Sisley Wilson is an Virtual Artist created by a group of chaps whom are artists, comic playwright, animation artists and scientists. "Her" opus Binge Joking will be shown the very first time in Beijing on July 21. We shall see "Her" talk the talk as well as joke the joke. You probably won't see Her the way as you might have seen other artists. Nonetheless, from her jokes and words, surely you will perceive her character, humorous and witty. And of course she has a distinguishing feature that all girls have, changeable. Paolo De Grandis, the curator of this exhibition, who was the curator of La Biennale di Venezia, who also have been working with many well-known contemporary artists, such as Keith Haring, Yoko Ono, Emilio Vedova, Mimmo Rotella, and so on. This time he chose to collaborate with an Virtual Artist in Beijing, because "She" is such a lark. This exhibition will last one day, the opening ceremony contains a stand-up comedy show and a performance art.

NYO-China Performance and Discussion on Chamber Music Education in China

Date: July 23 - 6 pm

Venue: Yale Center in Beijing

This July, the National Youth Orchestra of China presents a concert series dedicated to the art of chamber performance which features twenty of China's finest young musicians. What unique qualities will these student artists bring to their performances? What challenges will they face in preparing advanced works? How might chamber performance foster connection across divides of age, geography, and nationality? Robert Blocker, the Henry and Lucy Moses Dean of Music at Yale University and Senior Advisor for Global Artistic Affairs to the NYO-China, hosts a discussion of chamber music education and outreach within China. NYO-China's students, instructors, and administrators will join him in reflection and also present a selection of highlights from their upcoming concert tour.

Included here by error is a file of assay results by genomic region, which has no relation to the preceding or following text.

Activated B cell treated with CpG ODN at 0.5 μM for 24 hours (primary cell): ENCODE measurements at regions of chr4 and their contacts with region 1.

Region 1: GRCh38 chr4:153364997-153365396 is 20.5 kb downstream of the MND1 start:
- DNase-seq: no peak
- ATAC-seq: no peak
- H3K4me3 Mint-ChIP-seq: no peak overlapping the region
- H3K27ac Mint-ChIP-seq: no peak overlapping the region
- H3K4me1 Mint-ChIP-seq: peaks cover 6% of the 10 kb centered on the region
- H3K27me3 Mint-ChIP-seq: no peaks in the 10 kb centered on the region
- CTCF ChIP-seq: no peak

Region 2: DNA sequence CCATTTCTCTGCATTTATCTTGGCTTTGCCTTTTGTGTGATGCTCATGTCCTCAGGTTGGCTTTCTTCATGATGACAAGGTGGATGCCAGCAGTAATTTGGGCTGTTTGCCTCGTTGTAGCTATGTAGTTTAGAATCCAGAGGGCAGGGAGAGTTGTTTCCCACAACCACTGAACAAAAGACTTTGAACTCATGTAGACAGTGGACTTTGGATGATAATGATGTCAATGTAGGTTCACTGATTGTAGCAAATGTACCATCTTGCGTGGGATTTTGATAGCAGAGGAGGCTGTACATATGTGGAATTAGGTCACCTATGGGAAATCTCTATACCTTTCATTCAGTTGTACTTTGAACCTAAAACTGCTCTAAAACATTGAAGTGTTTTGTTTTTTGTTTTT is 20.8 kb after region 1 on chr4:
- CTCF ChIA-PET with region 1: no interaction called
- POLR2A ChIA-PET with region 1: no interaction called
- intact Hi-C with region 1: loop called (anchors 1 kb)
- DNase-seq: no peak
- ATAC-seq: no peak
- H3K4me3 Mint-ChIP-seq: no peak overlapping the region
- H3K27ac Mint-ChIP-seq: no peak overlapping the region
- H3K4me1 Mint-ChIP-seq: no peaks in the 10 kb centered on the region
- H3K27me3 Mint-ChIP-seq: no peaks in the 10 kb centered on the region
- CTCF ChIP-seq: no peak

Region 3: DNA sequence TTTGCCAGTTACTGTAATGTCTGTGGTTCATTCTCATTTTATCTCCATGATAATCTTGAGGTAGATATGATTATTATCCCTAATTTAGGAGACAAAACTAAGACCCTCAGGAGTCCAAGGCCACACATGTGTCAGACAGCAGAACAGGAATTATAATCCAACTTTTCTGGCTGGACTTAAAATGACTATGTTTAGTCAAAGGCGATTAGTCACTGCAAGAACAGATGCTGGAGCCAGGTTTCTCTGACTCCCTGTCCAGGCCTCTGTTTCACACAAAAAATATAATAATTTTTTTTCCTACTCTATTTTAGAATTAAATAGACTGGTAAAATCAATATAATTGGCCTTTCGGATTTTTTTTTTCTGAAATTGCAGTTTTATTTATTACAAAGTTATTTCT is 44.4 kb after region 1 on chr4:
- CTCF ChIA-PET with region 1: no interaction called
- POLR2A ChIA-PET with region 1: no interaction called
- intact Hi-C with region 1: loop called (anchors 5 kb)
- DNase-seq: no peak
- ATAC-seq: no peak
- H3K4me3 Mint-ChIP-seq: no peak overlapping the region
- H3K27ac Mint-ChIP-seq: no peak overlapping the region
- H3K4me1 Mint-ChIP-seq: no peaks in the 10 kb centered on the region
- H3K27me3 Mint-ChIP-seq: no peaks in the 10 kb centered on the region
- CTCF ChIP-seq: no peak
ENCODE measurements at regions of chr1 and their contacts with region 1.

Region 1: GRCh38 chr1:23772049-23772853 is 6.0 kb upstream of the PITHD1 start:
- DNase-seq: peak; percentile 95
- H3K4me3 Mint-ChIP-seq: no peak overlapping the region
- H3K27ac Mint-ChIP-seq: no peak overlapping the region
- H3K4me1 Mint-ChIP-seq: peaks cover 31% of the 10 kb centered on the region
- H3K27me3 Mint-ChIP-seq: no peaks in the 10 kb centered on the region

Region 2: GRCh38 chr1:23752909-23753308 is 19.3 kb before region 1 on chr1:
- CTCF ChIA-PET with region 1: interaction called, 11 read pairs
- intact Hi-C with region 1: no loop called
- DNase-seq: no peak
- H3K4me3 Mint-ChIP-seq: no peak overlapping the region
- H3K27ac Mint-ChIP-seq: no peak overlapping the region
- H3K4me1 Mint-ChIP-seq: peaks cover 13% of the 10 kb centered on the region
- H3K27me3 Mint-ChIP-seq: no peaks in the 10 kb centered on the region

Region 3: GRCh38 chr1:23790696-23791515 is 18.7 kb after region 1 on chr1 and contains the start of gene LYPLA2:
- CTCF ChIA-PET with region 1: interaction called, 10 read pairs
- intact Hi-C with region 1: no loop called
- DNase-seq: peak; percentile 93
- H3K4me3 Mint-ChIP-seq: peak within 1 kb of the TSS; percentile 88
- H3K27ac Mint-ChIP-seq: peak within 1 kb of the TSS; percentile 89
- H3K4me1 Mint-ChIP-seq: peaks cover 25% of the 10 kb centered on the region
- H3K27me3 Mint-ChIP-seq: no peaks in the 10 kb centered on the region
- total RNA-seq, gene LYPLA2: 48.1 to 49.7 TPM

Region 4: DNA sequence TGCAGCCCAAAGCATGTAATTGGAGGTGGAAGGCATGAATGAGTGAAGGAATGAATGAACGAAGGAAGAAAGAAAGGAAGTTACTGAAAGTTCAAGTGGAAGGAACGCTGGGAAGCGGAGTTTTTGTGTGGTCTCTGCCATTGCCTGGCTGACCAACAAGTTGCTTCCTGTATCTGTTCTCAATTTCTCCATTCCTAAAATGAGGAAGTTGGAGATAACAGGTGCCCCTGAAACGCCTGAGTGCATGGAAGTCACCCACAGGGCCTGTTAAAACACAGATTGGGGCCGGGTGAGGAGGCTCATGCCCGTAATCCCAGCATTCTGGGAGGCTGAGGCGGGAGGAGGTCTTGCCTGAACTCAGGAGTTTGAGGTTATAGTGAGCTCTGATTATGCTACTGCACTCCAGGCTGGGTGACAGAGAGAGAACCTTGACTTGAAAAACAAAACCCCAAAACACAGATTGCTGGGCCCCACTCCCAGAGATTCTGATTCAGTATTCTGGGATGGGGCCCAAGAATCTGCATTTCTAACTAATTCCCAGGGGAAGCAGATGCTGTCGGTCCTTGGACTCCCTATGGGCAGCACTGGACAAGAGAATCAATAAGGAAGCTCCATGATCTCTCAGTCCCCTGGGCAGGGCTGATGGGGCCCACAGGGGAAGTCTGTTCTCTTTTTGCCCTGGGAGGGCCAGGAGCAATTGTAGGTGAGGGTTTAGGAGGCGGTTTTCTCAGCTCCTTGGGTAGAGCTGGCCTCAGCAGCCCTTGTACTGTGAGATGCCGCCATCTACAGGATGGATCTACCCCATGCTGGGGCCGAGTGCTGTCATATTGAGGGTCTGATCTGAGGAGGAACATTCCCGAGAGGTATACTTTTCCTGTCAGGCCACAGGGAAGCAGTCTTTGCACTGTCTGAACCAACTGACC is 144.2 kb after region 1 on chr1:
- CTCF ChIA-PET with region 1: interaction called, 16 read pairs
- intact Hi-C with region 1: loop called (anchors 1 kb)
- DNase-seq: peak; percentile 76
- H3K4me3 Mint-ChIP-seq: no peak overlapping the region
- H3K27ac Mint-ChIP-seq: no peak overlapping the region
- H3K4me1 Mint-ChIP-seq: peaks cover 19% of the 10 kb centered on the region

National Theater Live: The Leading Man Returns

Date: July 28 - 2 pm

Venue: Ullens Center for Contemporary Art

Following the Sing and Dance series, UCCA presents screenings of four National Theatre Live productions in July and August. Hamlet features Benedict Cumberbatch as the protagonist of Shakespeare's classic tragedy. The Curious Incident of the Dog in the Night Time has been hailed by The Times as "a phenomenal combination of storytelling and spectacle." The great playwright Arthur Miller confronts the American dream in the dark and passionate tale A View from the Bridge. The London National Theatre calls the National Theatre's production of the Follies "not only a triumph, but a transcendence."

Comedy Club China Presents: Mohammed Magdi's "Brown Mirror"

Date: July 21 - 8 pm

Venue: Salud

Comedy Club China's summer of laughs continues with our good friend, Mohammed Magdi, as he performs his latest comedy show: Brown Mirror! He is from Egypt and has performed this show (and other shows) all over the world, with recent stops in Singapore, Korea, Japan, Shenzhen, Hong Kong, and now Beijing! Mohammed is also the winner of the Bangkok International Comedy Festival, finalist in the 2017 Hong Kong International Comedy Competition, was the first runner-up in the 2016 China International Comedy Festival, has performed on Comedy Central, and is a manager of Kung Fu Komedy Club in Shanghai.